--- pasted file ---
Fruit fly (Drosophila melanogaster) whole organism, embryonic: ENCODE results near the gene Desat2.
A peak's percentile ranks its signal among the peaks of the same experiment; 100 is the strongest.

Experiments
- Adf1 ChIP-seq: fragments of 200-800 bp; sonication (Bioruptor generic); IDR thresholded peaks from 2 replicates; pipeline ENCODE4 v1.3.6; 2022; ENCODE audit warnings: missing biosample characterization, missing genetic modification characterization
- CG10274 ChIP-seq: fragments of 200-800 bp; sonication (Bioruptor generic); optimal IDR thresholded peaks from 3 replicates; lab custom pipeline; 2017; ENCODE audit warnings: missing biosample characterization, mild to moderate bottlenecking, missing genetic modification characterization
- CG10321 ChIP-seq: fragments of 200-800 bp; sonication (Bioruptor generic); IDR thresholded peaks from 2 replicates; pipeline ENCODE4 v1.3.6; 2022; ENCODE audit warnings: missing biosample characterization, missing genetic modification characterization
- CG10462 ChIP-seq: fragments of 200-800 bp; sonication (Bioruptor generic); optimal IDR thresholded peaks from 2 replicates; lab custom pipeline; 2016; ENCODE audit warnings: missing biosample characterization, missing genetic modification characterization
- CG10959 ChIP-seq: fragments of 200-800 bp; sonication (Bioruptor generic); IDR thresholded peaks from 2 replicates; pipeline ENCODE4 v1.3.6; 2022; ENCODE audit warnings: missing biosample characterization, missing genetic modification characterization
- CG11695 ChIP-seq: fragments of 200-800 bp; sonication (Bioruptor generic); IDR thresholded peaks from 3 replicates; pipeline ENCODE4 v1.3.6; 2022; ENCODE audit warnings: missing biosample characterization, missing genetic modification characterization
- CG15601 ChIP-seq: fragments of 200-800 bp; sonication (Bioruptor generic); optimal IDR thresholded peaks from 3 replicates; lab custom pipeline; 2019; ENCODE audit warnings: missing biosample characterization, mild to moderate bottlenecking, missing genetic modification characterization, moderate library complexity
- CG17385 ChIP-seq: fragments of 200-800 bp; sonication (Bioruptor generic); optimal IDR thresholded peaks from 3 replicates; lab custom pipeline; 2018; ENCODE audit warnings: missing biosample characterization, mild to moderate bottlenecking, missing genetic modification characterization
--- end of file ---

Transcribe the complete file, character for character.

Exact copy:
Fruit fly (Drosophila melanogaster) whole organism, embryonic: ENCODE results near the gene Desat2.
A peak's percentile ranks its signal among the peaks of the same experiment; 100 is the strongest.

Experiments
- Adf1 ChIP-seq: fragments of 200-800 bp; sonication (Bioruptor generic); IDR thresholded peaks from 2 replicates; pipeline ENCODE4 v1.3.6; 2022; ENCODE audit warnings: missing biosample characterization, missing genetic modification characterization
- CG10274 ChIP-seq: fragments of 200-800 bp; sonication (Bioruptor generic); optimal IDR thresholded peaks from 3 replicates; lab custom pipeline; 2017; ENCODE audit warnings: missing biosample characterization, mild to moderate bottlenecking, missing genetic modification characterization
- CG10321 ChIP-seq: fragments of 200-800 bp; sonication (Bioruptor generic); IDR thresholded peaks from 2 replicates; pipeline ENCODE4 v1.3.6; 2022; ENCODE audit warnings: missing biosample characterization, missing genetic modification characterization
- CG10462 ChIP-seq: fragments of 200-800 bp; sonication (Bioruptor generic); optimal IDR thresholded peaks from 2 replicates; lab custom pipeline; 2016; ENCODE audit warnings: missing biosample characterization, missing genetic modification characterization
- CG10959 ChIP-seq: fragments of 200-800 bp; sonication (Bioruptor generic); IDR thresholded peaks from 2 replicates; pipeline ENCODE4 v1.3.6; 2022; ENCODE audit warnings: missing biosample characterization, missing genetic modification characterization
- CG11695 ChIP-seq: fragments of 200-800 bp; sonication (Bioruptor generic); IDR thresholded peaks from 3 replicates; pipeline ENCODE4 v1.3.6; 2022; ENCODE audit warnings: missing biosample characterization, missing genetic modification characterization
- CG15601 ChIP-seq: fragments of 200-800 bp; sonication (Bioruptor generic); optimal IDR thresholded peaks from 3 replicates; lab custom pipeline; 2019; ENCODE audit warnings: missing biosample characterization, mild to moderate bottlenecking, missing genetic modification characterization, moderate library complexity
- CG17385 ChIP-seq: fragments of 200-800 bp; sonication (Bioruptor generic); optimal IDR thresholded peaks from 3 replicates; lab custom pipeline; 2018; ENCODE audit warnings: missing biosample characterization, mild to moderate bottlenecking, missing genetic modification characterization